2023 IPO FORECAST
Robin Walker, Director of Business Development at EQ, considers how the key influential trends will affect the market.
By all measures, 2022 was a year to forget for the global IPO market.
Volatile markets, a dour economic outlook, war in Ukraine and rising interest rates forced many would-be public companies to adopt a ‘wait and see’ approach last year.
In a typical year we might see some markets outperform while others lag their rivals. However, activity was down significantly across the board last year, even if Asia-Pacific did fare slightly better than the US and Europe. According to EY, the number of global IPO deals slumped 45% last year to 1,333, with firms raising just $179.5 billion, a 61% decrease on the year before.
So, should we expect a recovery for the global IPO market in 2023?
It’s always difficult to predict the future, but the consensus view is that 2023 has the potential to be a brighter year for the global IPO market than 2022.
While the headwinds the global economy faced in 2022 remain, the outlook is far less bleak than a couple of months ago.
With that in mind, we outline three emerging trends we could see in the IPO market during the course of the next 12 months.
A London recovery – but probably not until the second half of the year
While most major IPO centres struggled in 2022, London’s underperformance stood out in particular.
In 2021, London was the largest centre for IPOs globally outside the US and China, two much larger markets.
However, last year only 45 issuers listed in London, down from 120 in 2021, raising just £1.6 billion total, down from £16.3 billion the year before, according to EY.
While the slump in activity is clearly concerning, there is a quiet optimism that 2023 will be a much better year for London than last year was.
One of the reasons for that is that policymakers are intent on revamping London’s listing regime to attract the sort of innovative firms that drive growth.
At the same time, chancellor Jeremy Hunt is on record stating his desire to create a tax regime for businesses that is more encouraging of growth.
The economic outlook has also improved. While experts still believe the UK will fall into recession, the contraction is expected to be shallower and shorter than once feared.
And whereas economists once forecast interest rates peaking at more than 6%, now they think the benchmark borrowing rate will max out at around 5%.
There are similarly optimistic forecasts around inflation, which prime minister Rishi Sunak has pledged to halve before the end of the year.
Should all these factors come to pass, it would make for a more welcoming environment for firms considering a London listing.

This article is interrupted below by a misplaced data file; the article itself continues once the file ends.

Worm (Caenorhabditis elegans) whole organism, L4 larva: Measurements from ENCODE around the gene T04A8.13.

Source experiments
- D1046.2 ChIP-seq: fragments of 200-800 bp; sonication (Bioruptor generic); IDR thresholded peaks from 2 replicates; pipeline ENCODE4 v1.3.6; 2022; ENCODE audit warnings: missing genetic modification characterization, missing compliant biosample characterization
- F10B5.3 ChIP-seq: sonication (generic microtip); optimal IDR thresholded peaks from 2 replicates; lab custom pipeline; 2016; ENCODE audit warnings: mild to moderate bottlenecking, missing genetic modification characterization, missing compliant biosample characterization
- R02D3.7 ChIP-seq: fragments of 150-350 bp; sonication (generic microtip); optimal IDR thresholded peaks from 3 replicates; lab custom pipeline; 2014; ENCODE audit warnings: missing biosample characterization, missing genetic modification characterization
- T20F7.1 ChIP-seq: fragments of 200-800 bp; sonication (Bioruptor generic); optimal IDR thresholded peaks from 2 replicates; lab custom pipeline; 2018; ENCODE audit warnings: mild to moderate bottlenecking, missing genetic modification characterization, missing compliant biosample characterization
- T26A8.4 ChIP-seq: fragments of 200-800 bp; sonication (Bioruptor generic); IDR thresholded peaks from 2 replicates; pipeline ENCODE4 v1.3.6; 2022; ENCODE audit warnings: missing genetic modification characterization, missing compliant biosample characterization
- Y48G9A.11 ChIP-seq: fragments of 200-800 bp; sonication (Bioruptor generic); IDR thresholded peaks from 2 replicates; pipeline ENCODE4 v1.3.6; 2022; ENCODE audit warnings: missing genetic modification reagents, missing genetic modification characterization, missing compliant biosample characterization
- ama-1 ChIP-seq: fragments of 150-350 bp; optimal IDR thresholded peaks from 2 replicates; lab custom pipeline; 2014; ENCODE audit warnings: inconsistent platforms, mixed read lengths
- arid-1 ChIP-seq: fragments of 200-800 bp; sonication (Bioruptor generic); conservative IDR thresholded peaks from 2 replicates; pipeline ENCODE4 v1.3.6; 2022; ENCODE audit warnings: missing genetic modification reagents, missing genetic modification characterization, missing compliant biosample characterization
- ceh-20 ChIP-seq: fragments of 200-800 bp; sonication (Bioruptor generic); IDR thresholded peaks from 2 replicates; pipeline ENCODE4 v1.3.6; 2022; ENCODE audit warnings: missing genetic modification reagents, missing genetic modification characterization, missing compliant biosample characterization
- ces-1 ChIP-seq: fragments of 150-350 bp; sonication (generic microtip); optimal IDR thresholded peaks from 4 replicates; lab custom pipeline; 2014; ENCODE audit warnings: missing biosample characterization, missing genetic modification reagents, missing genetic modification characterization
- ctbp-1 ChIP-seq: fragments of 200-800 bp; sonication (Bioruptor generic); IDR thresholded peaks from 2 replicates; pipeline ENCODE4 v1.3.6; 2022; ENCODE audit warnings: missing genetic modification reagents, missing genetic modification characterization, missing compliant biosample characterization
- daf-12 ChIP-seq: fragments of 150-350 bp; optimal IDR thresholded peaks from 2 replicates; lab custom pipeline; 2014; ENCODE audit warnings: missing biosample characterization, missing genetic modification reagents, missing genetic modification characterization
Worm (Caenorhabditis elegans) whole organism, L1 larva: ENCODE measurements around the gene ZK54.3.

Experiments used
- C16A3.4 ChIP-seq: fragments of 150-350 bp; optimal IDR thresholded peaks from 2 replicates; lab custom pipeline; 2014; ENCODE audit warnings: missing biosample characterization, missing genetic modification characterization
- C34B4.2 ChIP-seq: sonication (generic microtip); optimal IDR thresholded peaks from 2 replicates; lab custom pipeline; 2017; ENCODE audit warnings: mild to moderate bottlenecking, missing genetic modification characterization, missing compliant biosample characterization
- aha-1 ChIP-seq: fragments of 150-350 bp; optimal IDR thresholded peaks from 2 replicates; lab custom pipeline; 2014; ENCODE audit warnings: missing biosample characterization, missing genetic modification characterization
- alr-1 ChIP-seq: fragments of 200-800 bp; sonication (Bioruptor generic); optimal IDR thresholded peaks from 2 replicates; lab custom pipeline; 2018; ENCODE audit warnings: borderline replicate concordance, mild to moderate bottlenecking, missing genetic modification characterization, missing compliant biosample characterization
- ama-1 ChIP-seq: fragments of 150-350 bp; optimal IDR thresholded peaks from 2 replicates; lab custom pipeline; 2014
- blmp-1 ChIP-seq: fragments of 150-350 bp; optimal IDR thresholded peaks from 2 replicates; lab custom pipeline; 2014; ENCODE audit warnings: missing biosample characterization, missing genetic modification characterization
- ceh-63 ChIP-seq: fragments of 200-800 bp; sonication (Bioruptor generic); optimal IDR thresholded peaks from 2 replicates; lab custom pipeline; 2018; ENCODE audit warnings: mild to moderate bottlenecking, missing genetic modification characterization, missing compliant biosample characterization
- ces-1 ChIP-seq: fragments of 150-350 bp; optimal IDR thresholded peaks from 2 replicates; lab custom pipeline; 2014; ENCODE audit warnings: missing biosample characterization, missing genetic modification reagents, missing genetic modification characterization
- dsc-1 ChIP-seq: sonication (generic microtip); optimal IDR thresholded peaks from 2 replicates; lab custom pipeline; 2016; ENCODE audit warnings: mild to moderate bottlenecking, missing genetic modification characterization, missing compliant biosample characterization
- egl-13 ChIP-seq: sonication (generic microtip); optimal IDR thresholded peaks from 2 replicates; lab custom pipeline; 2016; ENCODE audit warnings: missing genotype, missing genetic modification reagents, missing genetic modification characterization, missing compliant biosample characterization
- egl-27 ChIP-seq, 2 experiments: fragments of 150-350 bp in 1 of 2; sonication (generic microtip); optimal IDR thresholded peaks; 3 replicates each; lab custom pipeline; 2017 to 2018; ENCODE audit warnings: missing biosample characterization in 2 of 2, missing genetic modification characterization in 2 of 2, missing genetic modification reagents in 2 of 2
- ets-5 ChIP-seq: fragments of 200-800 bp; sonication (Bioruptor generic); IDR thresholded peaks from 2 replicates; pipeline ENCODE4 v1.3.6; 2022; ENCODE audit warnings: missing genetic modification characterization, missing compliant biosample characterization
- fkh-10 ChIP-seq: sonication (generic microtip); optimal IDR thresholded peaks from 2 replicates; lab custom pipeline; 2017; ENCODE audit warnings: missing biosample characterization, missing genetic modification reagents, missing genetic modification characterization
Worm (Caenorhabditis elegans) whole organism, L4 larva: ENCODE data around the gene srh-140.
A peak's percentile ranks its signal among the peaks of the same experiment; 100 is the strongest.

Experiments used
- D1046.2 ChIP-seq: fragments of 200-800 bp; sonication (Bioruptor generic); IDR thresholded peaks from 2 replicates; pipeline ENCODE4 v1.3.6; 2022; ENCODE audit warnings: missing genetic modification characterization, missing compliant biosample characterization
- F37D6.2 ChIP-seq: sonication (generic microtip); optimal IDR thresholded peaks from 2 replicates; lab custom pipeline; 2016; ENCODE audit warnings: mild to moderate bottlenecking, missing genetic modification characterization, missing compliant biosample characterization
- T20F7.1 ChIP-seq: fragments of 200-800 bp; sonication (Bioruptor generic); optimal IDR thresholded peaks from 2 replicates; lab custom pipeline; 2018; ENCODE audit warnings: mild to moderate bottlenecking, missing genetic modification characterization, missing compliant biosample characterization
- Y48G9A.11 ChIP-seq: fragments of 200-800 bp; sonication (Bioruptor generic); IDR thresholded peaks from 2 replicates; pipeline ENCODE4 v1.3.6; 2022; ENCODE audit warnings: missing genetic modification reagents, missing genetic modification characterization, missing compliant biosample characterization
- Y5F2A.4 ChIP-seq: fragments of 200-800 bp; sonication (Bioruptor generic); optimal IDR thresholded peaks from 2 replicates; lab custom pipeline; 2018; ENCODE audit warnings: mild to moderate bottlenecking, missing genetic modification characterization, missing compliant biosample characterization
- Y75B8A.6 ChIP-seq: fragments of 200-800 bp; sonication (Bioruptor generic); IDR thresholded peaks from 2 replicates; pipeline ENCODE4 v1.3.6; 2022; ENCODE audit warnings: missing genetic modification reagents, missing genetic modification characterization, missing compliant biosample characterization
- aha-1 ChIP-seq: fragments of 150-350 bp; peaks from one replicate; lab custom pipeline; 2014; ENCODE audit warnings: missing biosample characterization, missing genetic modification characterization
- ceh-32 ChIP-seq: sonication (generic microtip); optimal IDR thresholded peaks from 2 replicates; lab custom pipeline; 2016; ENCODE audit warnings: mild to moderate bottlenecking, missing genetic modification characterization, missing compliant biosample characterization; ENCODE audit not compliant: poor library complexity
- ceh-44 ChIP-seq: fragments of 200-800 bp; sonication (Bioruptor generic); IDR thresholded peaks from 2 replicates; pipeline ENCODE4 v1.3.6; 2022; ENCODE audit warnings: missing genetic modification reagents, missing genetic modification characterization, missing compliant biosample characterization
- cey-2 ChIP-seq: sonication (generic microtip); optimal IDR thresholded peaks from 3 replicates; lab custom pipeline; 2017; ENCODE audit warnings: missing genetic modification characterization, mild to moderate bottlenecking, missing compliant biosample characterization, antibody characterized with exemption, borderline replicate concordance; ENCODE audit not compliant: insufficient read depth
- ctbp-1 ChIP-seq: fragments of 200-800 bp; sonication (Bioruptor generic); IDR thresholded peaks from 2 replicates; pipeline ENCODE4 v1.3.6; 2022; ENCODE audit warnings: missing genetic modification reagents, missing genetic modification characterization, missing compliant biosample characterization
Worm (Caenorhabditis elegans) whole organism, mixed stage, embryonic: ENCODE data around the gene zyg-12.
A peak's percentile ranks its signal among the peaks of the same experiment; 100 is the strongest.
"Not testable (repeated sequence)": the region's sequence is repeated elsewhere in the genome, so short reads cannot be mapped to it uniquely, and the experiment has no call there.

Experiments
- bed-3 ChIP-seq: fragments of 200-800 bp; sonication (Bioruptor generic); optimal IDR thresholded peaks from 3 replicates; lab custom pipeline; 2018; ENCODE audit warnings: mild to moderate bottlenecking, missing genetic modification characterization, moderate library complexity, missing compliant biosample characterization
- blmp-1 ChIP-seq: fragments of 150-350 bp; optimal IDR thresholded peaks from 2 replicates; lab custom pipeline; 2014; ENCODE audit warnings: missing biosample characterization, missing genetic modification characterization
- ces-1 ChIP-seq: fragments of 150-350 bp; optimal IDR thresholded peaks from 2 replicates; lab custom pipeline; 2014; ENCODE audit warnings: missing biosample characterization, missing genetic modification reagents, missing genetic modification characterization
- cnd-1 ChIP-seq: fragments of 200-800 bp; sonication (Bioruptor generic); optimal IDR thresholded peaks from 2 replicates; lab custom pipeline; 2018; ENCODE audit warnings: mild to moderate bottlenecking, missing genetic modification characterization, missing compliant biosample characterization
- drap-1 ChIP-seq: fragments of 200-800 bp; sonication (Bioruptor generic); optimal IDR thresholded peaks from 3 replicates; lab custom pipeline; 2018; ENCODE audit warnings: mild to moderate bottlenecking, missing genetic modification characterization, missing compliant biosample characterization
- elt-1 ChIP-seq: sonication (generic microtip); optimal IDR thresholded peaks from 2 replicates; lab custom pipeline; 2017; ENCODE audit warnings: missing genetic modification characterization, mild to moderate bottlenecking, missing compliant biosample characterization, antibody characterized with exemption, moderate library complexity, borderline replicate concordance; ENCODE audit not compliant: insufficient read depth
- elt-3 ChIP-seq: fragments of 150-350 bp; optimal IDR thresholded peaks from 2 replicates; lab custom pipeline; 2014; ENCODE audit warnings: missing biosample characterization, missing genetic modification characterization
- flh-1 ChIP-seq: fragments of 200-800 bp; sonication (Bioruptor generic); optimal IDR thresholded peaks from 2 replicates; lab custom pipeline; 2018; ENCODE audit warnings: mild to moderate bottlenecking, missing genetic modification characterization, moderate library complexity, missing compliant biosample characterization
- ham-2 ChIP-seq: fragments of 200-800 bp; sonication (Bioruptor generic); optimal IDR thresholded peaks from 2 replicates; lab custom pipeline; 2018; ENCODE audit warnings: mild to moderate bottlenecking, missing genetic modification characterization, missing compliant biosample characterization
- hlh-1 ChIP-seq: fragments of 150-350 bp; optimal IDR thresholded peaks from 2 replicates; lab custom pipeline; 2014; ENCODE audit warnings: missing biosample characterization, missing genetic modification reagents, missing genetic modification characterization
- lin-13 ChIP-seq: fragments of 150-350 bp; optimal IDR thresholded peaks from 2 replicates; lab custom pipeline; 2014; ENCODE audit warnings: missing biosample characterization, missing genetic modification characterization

Regardless, though, we expect it will not be until the second half of the year before any noticeable uptick in activity.
A greater focus on company financials
For much of the past decade, investors have been willing to back companies at IPO that are loss-making, but which have the potential to produce ‘jam tomorrow’.
However, that was in an environment where interest rates were stable and much lower, and where central banks had flooded the market with liquidity.
Now, though, conditions are hugely different indeed.
Across the globe central banks have sought to tighten monetary policy in order to tackle runaway inflation, which has led to much higher interest rates.
As a result, we are starting to see investor preferences shift in favour of profitable firms with stable cashflows.
That is not to say loss-making growth firms will not continue to make for popular investments. But they will need to have a convincing path to profitability to warrant backing that potential.
Therefore, expect to see greater scrutiny of company financials over the course of the next 12 months.
Caution over bank IPOs
The past few weeks have not been great for the banking sector, with Silicon Valley Bank, Signature Bank and Credit Suisse all needing rescuing.
While commentators tend to agree that a full-blown financial crisis can be averted, investors will be naturally wary.
Questions will be asked whether or not the banking sector needs to be more tightly regulated or whether there is a risk of contagion, like there was following the 2008 financial crisis.
Thus, we expect the flow of banking IPOs to slow and those that manage to make it over the line to come under much greater examination by investors.
More realistic valuations
Low interest rates and unprecedented money printing by central bank banks caused the longest bull-run in history in the 2010s. They also created the perfect conditions for valuations to reach new highs.
However, the bear market that has hung over markets since the start of last year has made investors less willing to pay blockbuster valuations for growth tomorrow. And over the past year, we have seen billions shaved off the valuations of big-name start-ups such as Stripe and Klarna.
That is a trend that may well continue for most of 2023 – and beyond – or at least until central banks stop hiking interest rates and economic conditions become more benign.
Robin Walker is an IPO expert and Director of Business Development at Equiniti
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